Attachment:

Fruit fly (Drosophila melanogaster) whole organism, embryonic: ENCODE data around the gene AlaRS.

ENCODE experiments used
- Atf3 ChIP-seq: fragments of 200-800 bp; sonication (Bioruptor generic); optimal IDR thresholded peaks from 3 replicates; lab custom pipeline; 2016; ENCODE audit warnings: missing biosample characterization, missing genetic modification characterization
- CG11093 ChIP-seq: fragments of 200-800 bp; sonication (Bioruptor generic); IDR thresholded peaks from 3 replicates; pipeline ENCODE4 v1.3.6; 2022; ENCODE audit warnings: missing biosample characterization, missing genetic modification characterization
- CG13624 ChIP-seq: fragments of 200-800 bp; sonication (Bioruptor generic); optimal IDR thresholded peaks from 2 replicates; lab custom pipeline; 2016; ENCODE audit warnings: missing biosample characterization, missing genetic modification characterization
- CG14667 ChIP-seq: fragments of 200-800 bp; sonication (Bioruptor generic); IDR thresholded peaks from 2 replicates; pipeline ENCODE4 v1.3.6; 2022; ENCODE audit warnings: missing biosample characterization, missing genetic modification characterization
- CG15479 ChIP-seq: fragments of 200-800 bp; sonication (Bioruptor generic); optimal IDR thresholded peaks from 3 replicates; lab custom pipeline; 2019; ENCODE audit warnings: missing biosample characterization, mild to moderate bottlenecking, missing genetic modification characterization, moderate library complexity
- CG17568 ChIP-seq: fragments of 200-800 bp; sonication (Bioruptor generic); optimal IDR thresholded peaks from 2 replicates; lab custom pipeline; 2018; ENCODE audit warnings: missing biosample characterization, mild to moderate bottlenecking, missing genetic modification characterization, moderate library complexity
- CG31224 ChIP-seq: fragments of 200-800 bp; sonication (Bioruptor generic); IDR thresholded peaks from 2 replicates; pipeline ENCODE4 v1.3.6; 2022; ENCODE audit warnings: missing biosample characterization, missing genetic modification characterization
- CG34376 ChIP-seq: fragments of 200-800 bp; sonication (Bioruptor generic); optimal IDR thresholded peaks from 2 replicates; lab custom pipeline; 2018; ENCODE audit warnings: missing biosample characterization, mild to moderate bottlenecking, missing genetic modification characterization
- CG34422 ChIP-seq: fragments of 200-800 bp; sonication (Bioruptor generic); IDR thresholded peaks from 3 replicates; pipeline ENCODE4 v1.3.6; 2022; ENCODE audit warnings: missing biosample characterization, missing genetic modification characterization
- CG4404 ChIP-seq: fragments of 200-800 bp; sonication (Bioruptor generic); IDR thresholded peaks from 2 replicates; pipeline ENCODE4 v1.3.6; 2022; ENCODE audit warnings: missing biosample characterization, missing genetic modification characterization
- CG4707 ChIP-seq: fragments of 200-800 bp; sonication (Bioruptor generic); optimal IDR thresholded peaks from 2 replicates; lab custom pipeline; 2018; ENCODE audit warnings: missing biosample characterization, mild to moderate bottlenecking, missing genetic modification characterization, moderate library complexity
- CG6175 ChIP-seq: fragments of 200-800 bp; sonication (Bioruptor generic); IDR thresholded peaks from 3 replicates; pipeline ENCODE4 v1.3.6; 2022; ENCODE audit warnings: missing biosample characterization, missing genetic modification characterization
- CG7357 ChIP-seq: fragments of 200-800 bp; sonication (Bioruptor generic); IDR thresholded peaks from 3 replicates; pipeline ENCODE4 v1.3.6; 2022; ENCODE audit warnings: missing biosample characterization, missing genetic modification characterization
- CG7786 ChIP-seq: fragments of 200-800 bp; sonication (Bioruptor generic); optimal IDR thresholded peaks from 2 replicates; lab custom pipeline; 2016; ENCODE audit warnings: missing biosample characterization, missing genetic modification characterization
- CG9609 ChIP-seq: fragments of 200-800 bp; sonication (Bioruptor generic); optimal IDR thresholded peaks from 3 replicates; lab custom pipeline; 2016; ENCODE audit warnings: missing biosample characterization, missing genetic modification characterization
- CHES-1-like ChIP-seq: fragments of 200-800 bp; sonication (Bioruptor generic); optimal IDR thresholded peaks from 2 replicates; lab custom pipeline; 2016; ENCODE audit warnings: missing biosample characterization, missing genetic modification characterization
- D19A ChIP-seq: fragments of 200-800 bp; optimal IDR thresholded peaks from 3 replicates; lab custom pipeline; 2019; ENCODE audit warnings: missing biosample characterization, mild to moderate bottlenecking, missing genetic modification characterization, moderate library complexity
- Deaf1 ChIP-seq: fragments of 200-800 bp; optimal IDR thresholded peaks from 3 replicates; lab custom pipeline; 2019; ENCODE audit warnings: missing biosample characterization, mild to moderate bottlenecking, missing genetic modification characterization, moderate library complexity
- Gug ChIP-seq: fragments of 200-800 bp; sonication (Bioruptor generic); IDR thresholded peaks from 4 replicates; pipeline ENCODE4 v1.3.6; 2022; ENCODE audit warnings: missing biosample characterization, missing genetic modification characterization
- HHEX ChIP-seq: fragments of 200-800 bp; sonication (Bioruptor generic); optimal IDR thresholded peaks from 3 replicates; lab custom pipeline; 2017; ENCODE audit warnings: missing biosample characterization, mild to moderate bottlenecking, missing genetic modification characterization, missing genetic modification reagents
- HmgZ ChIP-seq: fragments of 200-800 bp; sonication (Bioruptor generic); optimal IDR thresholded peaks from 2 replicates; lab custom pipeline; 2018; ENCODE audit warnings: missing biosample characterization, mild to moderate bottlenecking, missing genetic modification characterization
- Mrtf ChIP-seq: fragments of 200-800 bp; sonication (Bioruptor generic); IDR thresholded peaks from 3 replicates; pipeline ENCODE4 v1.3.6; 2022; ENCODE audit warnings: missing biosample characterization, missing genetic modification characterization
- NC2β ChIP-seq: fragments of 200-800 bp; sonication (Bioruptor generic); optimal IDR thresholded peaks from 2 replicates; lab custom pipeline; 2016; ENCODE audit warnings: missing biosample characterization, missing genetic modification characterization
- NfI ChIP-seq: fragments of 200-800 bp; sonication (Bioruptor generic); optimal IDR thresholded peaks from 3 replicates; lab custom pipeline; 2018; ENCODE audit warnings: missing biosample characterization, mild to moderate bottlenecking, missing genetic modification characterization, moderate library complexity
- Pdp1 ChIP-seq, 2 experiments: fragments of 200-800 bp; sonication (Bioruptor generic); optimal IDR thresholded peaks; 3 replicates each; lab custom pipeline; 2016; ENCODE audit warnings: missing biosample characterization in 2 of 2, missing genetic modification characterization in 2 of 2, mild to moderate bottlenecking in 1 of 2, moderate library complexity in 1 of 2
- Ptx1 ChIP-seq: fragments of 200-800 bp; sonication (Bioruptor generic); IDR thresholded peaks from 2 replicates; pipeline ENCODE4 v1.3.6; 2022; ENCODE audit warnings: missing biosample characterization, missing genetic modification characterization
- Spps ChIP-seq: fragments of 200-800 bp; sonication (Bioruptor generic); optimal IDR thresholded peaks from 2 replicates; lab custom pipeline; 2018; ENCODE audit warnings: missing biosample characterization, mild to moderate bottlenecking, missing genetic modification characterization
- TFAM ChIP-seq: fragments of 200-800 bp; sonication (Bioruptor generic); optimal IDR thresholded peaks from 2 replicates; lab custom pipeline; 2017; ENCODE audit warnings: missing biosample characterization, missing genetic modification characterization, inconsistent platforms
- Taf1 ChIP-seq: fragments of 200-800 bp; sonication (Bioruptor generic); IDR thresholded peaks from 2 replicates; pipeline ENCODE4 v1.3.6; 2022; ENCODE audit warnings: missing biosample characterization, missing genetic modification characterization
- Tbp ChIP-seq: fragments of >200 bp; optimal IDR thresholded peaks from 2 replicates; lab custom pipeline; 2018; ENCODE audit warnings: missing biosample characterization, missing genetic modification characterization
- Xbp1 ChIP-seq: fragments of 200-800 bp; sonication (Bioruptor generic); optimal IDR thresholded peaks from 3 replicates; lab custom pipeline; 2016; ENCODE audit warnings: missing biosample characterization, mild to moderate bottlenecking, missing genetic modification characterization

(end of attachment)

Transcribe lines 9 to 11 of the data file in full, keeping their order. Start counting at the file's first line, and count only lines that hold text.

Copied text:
- CG31224 ChIP-seq: fragments of 200-800 bp; sonication (Bioruptor generic); IDR thresholded peaks from 2 replicates; pipeline ENCODE4 v1.3.6; 2022; ENCODE audit warnings: missing biosample characterization, missing genetic modification characterization
- CG34376 ChIP-seq: fragments of 200-800 bp; sonication (Bioruptor generic); optimal IDR thresholded peaks from 2 replicates; lab custom pipeline; 2018; ENCODE audit warnings: missing biosample characterization, mild to moderate bottlenecking, missing genetic modification characterization
- CG34422 ChIP-seq: fragments of 200-800 bp; sonication (Bioruptor generic); IDR thresholded peaks from 3 replicates; pipeline ENCODE4 v1.3.6; 2022; ENCODE audit warnings: missing biosample characterization, missing genetic modification characterization